Another interesting thing about the ship Admiral Barrington commanded by Charles Lindegren was it was part of the Third Fleet that transported British convicts to Australia. A forgotten link to East London’s past and one that connects with Portsmouth through its Prison Hulks and as a point of departure to the New South Wales Colony.

The links of East London and Portsmouth are extensive and require further study. One example was Charles Lindegren a partner with Grill and East India Company Agent in Portsmouth who was a Freemason and member of the Dundee Arms Lodge in Wapping, London. He held other important roles too:

“Charles becomes a Director of Royal Exchange Assurance. His son Andrew moves to Portsmouth, where he has a lengthy career, which includes “many years agent to the Hon. East India Company” (Quote from an obituary).

Emmanuel Swedenborg was a friend of the Lindegren’s and Solander as this extract cites:

“After the funeral, in accordance with Swedish custom, a dinner was served at Mr. Burkhard’s house in Radcliffe Highway. The attending physicians, Doctors Hampe and Messiter, were there, an official of the Swedish legation, named Charles Lindegren, and also, undoubtedly, Consul Christopher Springer and innkeeper Erik Bergström, with the Swedish pastors, Arvid Ferelius and Aaron Mathesius”.

The Dundee Arms Freemasonry Lodge was an important Freemasonry Lodge based in Wapping that had many merchant members, many of whom were ship-owners who arranged transports for government at time of need. Membership of this lodge enabled members to be able to communicate with some of the most influential City men, such as Sir William Curtis, aka ‘Billy Biscuit’ one of those who were engaged in provisioning and victualling the Royal Navy. The lodge also acted as conduit for information and services that were essential for the ‘contractor state’, especially at times of War. These few examples point to East London as an heterogeneous centre for international trade and suggests networks and linkages on a global scale which need to be explored through comparison of ‘Sailortowns’ in other Port Cities.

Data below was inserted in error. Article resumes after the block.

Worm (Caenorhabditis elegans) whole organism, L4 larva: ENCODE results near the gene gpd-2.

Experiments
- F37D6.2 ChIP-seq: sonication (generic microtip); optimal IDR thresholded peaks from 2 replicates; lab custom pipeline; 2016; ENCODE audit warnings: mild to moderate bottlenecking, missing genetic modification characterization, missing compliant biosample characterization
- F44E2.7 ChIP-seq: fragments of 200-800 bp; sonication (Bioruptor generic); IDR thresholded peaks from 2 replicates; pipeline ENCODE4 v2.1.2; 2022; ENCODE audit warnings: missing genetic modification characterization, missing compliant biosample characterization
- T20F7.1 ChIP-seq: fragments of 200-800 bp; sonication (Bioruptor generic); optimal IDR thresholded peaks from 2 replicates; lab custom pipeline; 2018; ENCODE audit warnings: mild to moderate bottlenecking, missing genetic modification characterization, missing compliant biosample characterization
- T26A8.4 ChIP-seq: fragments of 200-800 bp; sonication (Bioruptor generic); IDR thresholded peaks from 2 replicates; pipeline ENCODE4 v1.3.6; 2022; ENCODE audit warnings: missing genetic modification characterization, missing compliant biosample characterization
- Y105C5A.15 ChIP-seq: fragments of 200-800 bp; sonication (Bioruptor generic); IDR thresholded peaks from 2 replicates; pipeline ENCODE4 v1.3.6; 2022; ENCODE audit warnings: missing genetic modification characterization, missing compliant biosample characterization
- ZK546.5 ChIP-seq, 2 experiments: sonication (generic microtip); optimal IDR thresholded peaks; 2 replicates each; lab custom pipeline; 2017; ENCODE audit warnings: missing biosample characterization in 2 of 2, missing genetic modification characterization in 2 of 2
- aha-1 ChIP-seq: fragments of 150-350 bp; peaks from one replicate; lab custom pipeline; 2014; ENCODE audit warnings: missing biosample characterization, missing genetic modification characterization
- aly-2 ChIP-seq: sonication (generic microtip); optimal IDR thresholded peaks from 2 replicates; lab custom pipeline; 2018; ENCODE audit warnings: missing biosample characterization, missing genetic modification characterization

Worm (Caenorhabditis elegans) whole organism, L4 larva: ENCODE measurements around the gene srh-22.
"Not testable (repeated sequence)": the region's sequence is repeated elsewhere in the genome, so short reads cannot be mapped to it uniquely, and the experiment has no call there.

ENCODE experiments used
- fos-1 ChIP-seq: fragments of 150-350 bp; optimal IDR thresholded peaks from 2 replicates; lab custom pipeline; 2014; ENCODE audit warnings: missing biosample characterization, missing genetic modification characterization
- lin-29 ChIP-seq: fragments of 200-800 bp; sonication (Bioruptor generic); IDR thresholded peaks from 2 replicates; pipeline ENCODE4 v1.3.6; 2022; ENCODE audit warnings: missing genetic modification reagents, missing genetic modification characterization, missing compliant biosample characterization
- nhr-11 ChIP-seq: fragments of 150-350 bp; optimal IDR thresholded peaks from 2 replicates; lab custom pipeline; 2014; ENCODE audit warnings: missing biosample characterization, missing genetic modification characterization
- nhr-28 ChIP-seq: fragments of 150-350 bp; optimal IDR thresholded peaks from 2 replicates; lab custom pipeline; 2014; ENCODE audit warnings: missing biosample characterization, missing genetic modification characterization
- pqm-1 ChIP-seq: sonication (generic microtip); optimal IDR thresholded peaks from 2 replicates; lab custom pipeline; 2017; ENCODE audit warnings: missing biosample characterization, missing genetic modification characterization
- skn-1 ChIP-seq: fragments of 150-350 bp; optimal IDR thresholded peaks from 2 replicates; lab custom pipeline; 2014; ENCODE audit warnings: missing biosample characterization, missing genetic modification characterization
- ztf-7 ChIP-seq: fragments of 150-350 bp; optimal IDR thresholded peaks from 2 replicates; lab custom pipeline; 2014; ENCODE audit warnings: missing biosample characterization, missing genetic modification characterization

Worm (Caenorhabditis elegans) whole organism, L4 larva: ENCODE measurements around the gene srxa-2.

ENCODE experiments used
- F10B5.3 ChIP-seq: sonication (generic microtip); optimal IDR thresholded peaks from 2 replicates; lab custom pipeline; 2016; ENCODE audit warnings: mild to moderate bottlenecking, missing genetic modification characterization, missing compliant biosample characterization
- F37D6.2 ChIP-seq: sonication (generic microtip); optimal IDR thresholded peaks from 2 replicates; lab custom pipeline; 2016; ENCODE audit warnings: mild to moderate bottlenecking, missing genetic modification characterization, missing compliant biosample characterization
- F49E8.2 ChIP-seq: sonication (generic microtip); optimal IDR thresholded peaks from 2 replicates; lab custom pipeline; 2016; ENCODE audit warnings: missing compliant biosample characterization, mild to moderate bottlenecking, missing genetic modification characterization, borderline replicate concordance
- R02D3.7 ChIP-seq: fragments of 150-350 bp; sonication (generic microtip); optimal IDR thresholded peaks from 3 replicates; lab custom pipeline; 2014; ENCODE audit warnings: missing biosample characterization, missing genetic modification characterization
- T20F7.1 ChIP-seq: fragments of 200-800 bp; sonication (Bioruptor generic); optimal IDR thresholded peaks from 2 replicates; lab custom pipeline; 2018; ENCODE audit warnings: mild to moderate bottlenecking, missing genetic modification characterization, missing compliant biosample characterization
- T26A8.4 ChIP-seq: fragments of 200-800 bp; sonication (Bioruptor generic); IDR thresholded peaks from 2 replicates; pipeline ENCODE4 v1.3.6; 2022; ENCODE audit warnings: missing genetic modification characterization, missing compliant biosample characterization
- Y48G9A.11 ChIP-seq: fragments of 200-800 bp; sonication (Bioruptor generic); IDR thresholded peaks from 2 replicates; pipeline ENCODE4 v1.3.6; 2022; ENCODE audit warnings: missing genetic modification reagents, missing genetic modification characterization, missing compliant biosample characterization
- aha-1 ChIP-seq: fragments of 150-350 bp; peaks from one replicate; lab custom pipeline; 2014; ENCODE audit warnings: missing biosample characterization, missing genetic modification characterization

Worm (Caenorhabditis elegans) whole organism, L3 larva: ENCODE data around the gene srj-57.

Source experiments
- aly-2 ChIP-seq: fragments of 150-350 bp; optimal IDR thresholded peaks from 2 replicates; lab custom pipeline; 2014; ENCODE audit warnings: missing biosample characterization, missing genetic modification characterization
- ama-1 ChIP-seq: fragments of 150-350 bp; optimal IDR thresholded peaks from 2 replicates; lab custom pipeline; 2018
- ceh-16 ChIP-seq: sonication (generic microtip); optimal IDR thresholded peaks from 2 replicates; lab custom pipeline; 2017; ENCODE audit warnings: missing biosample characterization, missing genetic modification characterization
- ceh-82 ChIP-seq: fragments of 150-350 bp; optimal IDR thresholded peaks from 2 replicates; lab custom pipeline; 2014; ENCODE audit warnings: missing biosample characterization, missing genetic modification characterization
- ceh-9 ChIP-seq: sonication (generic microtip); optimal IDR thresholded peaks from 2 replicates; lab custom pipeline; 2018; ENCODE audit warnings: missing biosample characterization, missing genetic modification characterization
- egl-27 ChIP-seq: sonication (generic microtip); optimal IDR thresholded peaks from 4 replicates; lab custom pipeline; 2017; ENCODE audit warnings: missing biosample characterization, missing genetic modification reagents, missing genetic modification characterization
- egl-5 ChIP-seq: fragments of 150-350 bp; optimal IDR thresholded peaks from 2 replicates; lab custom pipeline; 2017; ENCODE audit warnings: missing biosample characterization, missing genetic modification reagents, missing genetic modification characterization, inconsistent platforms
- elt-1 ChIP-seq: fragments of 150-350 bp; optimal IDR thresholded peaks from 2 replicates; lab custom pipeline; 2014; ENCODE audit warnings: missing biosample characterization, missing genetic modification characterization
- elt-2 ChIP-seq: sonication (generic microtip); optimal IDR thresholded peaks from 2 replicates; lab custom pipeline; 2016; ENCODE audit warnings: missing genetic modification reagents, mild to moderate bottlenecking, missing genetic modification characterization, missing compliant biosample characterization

Ken Cozens & Derek Morris



[1] Take for example Peter Isaac Thellusson, merchant and banker of Philpot Lane, London who came from Swiss stock and was partners with Sir William Curtis and the shipping contractors and slave traders Camden, Calvert & King, See Kenneth Cozens, “Politics, Patronage and Profit: A Case Study of Three 18th. Century London Merchants,” MA Thesis, University of Greenwich, and Gary L. Sturgess & Ken Cozens, “Managing a Global Enterprise in the Eighteenth Century: Anthony Calvert of The Crescent, London, 1777–1808,” The Mariner’s Mirror, vol. 99, no. 2, ((2013), 171–195.

[2] Claes Grill (2 September 1750 – 2 August 1816) was a Swedish merchant. He was the son of Abraham Grill (II) the Younger. In 1770, he settled down in London. Claes became Counsel General to London in 1786 to 1815.

Further Notes

British Library IOR for information on East India Company Ships and Officers.

The firm Andrew & Charles Lindegren was a large and important importer of Swedish iron in London for many years and also worked as a banker. It was a business partner with both trading house Carlos & Claes Grill in Stockholm, the trading house Anthoni & Johan Grill in Amsterdam, Abraham Grill in Gothenburg, Tottie & Arfwedson, Bohman Hazel & Görges, as well as with Sahlgren & Alströmer: See, Leos Müller, The Merchant Houses of Stockholm, C. 1640-1800: A Comparative Study of Early-modern Entrepreneurial Behaviour, (Upsala: S. Academiae Ubsaliensis, 1998).